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Leading his son through their condition, Tony thrives

I can see it! I had just finished mile No. 13 and I could see the finish line approaching. I was in a tremendous amount of pain, but, when I saw my son extend his hand to greet mine, with a smile on his face, I had a sudden sense of wellbeing overwhelm my abused body. I realized at that moment why I love to run, race and push my body beyond what is was structurally born to do. Ironman 70.3 California was a challenge, but understanding the impact on my son makes it worth my struggles living and training as a disabled, long-course triathlete.

I was born with bi-lateral clubfoot, which means that my feet were completely backwards and upside down at birth. My son, now 6, was born with the same condition. He endured years of corrective casting on both feet. My case was an extreme case that required many experimental and painful surgeries. I had two major surgeries before I had turned 2, and was in casts and braces for several years after that. The doctors removed all of my bones, reshaped them, placed them back underneath the skin and stretched all the ligaments in both feet. But the procedure only served to make the foot look cosmetically appealing rather than correct the structure of the foot itself. I am missing several muscle fibers in my lower calves, which means my body has to work extra hard to compensate for the imbalances. This results in a significant amount of pain in both feet and my lower legs.

I was told my whole life that I would be wheelchair-bound with severe arthritis by the time I was 20. I would not be able to participate in normal activities. I used that as an excuse for many years to be lazy and gained a significant amount of weight. At my heaviest, I was 250 pounds at 5-foot, 8-inches. After Eli was born, I decided to prove the doctors wrong by losing 90 pounds and becoming a competitive triathlete at the age of 37.

I have raced at all distances of triathlon as well as several half marathons. I am currently training for Ironman Arizona 2012. After each race my feet are in severe pain, but it is worth it in hopes that I may inspire my son, Eli. He was given the same grim outlook as I was given. Well, guess what? My son is following in my footsteps. Eli finished his first triathlon two months ago, taking fourth place in his age division. I have told him that regardless of our physical limitations we can accomplish any physical task set before us, including Ironman. Eli’s determination, smiles, and playful youthful drive are why I love to run.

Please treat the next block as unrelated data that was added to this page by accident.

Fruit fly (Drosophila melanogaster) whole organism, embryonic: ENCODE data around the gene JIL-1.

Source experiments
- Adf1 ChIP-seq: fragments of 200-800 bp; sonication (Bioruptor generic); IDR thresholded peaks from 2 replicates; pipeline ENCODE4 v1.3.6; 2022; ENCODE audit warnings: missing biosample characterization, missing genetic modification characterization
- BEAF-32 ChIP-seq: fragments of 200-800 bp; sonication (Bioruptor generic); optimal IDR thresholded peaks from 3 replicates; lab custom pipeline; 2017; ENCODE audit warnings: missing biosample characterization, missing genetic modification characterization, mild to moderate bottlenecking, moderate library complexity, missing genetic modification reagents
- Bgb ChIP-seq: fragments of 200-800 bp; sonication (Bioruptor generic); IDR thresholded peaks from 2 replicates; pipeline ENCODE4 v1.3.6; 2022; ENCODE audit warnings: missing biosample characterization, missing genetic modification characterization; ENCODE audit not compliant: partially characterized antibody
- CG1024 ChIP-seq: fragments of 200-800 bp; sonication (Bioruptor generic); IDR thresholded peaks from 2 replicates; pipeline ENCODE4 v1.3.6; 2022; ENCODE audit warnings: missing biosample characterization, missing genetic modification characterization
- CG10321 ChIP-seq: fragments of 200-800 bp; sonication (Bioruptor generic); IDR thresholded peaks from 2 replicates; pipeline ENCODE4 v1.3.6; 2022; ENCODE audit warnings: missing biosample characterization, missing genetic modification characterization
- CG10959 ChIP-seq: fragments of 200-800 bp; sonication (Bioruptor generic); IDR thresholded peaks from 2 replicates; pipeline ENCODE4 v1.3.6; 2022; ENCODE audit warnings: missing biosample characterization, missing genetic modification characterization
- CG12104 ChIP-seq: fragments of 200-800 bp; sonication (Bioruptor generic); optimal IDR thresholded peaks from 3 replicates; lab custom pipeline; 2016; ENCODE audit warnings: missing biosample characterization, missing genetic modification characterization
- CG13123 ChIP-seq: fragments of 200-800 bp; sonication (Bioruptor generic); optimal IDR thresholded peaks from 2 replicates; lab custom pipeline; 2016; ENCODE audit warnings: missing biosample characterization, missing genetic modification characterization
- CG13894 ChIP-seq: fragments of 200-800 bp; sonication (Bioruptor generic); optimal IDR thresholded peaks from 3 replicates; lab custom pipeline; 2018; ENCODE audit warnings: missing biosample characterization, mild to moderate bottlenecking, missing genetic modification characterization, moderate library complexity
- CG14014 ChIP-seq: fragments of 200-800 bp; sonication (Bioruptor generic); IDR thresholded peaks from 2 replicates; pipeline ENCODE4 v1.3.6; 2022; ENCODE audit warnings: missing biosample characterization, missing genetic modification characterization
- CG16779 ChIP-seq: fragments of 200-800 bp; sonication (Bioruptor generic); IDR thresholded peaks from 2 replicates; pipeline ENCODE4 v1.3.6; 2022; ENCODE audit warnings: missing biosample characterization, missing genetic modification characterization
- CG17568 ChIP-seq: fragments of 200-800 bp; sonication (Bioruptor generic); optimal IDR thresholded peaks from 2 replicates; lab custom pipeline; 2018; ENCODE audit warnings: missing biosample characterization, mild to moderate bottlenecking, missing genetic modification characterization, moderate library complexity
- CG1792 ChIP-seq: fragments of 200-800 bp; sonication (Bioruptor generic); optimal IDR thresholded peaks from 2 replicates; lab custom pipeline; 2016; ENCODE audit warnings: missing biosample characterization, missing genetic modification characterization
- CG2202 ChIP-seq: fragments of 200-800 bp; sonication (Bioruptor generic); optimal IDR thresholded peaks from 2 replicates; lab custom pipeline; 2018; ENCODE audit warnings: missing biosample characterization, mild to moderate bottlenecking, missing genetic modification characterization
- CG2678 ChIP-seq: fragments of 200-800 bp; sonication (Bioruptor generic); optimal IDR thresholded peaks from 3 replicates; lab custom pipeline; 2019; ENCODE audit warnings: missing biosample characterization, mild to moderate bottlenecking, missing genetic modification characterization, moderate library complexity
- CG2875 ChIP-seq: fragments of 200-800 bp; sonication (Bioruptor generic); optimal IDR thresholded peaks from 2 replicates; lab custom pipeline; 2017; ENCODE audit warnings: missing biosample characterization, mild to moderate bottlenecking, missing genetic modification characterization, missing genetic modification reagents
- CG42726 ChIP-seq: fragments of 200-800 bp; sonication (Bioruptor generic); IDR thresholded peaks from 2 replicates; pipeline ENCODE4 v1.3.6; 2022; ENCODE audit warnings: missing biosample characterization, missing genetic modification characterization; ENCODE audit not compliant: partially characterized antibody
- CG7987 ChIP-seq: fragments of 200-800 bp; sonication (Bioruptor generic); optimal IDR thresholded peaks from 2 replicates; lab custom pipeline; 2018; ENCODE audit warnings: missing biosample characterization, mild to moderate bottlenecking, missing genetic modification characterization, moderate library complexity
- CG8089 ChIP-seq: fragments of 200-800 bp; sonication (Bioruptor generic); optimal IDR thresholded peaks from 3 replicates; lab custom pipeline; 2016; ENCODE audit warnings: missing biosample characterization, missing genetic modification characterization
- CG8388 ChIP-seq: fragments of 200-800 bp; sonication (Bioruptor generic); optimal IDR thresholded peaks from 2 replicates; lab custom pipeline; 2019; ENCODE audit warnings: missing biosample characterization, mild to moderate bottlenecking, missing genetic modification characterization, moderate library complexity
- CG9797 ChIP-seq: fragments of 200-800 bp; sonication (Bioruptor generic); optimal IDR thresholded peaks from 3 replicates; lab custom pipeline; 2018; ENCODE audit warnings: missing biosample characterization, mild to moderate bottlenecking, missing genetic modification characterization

Walking proves difficult, so Amalie runs instead

It’s a constant feeling of walking under water; or with an anchor tied around one leg. That’s how I feel every day. Walking sometimes feels funny; my balance is always off. When complications of spinal surgery ten years ago resulted in permanent nerve damage on my right side, I was devastated.

It could have been worse. I could have been paralyzed on one side of my body. So I walked everywhere, and every chance I could. I would walk for miles, for hours. I tried to run, but could never get past the end of the block. So I stopped, and thought, “I can’t do this.”

But one day, toward the end of 2011, at the age of 35, I decided I would give it another shot. I signed up for a 5K scheduled for New Year’s Day. On December 4, 2011, I took that first step and I never looked back. My first time out I could barely run a quarter mile, and when I finally reached a mile it took me 16 minutes. That didn’t stop me.

I vowed to finish my first race in less than thirty minutes. And I did, finishing at 28:58, placing top ten in my age group. I was ecstatic and signed up for another race that same day. I improved my time with each 5K I did, finishing in 27:21, 26:52 and 26.39. I improved in just a few months’ time. It was exhilarating.

I was never considered an athlete. I was that shy kid in school who dreaded gym class and was always picked last on teams. But when I discovered I could run, I realized that there is an athlete in me. With my husband’s tremendous support and the help from an old classmate of mine (who’s also my coach), I’ve come a long way since that sixteen-minute mile. And I plan to keep on going. My current goals include finishing a 10K in under an hour, and a half marathon in less than two.

I love to run. It doesn’t matter how slowly or how fast I go. It doesn’t matter if, because of my ‘disability,’ that it feels like I’m dragging my leg with each stride. I love how free I feel when I’m out there, the camaraderie of fellow runners and the idea of competing against no one but me, always striving to be the best I can be.

It’s all about the mindset for superhero Meghan